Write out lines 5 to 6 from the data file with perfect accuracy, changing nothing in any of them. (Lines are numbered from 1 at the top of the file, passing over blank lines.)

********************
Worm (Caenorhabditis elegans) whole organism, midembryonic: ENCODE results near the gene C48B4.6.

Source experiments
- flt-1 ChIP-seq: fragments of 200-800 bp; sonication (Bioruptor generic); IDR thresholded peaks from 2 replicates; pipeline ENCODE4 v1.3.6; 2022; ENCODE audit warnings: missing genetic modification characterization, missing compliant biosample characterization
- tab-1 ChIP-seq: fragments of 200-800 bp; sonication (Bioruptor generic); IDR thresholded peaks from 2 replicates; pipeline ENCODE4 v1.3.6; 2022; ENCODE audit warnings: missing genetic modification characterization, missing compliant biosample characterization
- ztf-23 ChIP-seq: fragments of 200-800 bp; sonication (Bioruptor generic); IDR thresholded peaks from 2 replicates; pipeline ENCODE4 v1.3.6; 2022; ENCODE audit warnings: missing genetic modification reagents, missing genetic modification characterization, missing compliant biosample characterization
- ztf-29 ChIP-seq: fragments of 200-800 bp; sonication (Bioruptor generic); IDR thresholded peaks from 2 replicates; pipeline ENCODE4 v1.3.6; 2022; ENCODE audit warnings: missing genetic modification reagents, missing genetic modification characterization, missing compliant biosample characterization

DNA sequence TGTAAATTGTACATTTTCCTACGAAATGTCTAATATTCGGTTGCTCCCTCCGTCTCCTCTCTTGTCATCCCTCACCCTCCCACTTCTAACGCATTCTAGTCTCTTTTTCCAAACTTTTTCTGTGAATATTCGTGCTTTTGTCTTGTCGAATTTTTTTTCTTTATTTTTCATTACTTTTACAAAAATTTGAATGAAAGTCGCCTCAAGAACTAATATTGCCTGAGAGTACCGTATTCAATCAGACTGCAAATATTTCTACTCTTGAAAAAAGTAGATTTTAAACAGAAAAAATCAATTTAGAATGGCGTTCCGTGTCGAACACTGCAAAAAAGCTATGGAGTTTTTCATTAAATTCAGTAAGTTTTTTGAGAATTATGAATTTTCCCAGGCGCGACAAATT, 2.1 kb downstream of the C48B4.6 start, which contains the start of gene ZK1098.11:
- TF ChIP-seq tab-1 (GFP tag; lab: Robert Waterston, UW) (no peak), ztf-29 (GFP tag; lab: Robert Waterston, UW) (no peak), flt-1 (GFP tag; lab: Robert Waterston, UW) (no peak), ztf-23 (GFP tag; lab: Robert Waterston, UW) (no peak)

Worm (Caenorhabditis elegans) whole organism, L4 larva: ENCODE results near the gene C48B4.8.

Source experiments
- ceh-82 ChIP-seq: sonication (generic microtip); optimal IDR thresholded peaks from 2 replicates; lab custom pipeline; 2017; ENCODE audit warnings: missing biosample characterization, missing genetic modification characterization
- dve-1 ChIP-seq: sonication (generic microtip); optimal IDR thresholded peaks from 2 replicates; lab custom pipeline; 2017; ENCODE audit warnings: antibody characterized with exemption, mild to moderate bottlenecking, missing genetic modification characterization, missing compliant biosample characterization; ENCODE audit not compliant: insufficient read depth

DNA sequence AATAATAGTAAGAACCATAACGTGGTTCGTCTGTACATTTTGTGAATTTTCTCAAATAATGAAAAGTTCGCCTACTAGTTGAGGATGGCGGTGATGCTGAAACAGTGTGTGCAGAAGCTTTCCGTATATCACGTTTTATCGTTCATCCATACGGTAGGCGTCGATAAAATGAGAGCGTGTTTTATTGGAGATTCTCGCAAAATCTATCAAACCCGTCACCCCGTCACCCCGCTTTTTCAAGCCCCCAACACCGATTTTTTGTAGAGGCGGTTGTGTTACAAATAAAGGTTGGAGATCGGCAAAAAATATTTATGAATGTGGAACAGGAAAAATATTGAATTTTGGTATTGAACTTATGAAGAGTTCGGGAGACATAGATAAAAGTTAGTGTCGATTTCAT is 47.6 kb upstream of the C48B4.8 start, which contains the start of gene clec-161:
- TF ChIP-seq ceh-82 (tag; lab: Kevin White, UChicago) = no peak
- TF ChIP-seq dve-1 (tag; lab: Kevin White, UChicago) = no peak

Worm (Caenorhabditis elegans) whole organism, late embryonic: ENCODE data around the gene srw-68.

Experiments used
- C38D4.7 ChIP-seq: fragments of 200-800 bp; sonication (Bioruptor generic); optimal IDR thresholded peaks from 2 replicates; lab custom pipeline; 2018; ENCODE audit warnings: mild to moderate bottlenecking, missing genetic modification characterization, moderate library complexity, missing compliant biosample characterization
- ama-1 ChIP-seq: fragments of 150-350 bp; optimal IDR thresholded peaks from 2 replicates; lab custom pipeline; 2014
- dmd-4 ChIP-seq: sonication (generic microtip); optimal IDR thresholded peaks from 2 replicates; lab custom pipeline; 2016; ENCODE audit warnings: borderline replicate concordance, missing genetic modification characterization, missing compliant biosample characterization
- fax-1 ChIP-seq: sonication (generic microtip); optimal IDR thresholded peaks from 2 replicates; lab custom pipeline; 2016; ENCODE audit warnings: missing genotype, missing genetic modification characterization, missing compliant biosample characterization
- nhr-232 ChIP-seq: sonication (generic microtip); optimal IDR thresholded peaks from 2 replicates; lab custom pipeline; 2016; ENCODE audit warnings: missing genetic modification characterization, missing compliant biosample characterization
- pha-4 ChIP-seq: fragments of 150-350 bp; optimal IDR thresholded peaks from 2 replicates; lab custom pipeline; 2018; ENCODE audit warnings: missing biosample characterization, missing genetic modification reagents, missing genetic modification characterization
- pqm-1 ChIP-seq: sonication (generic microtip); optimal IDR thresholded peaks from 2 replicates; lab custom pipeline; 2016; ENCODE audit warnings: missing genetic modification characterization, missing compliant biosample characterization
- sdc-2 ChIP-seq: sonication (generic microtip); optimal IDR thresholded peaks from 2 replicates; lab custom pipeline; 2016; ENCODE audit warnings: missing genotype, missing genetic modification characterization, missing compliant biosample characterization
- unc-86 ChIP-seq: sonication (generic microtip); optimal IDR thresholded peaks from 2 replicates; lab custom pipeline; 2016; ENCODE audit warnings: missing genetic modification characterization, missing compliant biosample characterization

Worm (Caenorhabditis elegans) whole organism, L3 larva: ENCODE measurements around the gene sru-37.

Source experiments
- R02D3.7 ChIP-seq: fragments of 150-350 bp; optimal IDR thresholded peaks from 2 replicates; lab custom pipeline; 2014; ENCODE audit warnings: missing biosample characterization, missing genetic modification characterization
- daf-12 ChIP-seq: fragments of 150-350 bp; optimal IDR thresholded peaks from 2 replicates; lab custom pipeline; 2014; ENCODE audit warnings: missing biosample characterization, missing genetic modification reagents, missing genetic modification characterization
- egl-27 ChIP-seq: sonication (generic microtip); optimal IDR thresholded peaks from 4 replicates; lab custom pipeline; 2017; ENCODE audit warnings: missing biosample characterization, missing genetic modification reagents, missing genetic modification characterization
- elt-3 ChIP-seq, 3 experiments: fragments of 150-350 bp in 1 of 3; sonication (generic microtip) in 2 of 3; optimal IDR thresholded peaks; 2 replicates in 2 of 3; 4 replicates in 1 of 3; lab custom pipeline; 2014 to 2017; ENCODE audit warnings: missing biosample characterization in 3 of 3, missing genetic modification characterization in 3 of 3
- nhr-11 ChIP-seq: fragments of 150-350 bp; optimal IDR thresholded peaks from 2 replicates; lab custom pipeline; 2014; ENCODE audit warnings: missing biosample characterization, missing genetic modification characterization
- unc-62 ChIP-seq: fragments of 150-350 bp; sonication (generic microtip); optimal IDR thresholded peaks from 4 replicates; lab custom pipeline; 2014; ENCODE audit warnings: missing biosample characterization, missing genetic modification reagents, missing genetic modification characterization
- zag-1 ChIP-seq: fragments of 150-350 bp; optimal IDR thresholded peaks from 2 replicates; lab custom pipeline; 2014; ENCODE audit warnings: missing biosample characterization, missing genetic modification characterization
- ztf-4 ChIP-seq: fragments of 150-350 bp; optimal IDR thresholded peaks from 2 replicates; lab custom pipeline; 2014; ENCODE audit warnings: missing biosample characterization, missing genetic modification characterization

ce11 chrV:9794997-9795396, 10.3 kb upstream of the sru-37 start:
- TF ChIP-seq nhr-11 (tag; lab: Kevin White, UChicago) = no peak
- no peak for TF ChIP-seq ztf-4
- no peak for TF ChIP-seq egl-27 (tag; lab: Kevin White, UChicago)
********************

- ztf-23 ChIP-seq: fragments of 200-800 bp; sonication (Bioruptor generic); IDR thresholded peaks from 2 replicates; pipeline ENCODE4 v1.3.6; 2022; ENCODE audit warnings: missing genetic modification reagents, missing genetic modification characterization, missing compliant biosample characterization
- ztf-29 ChIP-seq: fragments of 200-800 bp; sonication (Bioruptor generic); IDR thresholded peaks from 2 replicates; pipeline ENCODE4 v1.3.6; 2022; ENCODE audit warnings: missing genetic modification reagents, missing genetic modification characterization, missing compliant biosample characterization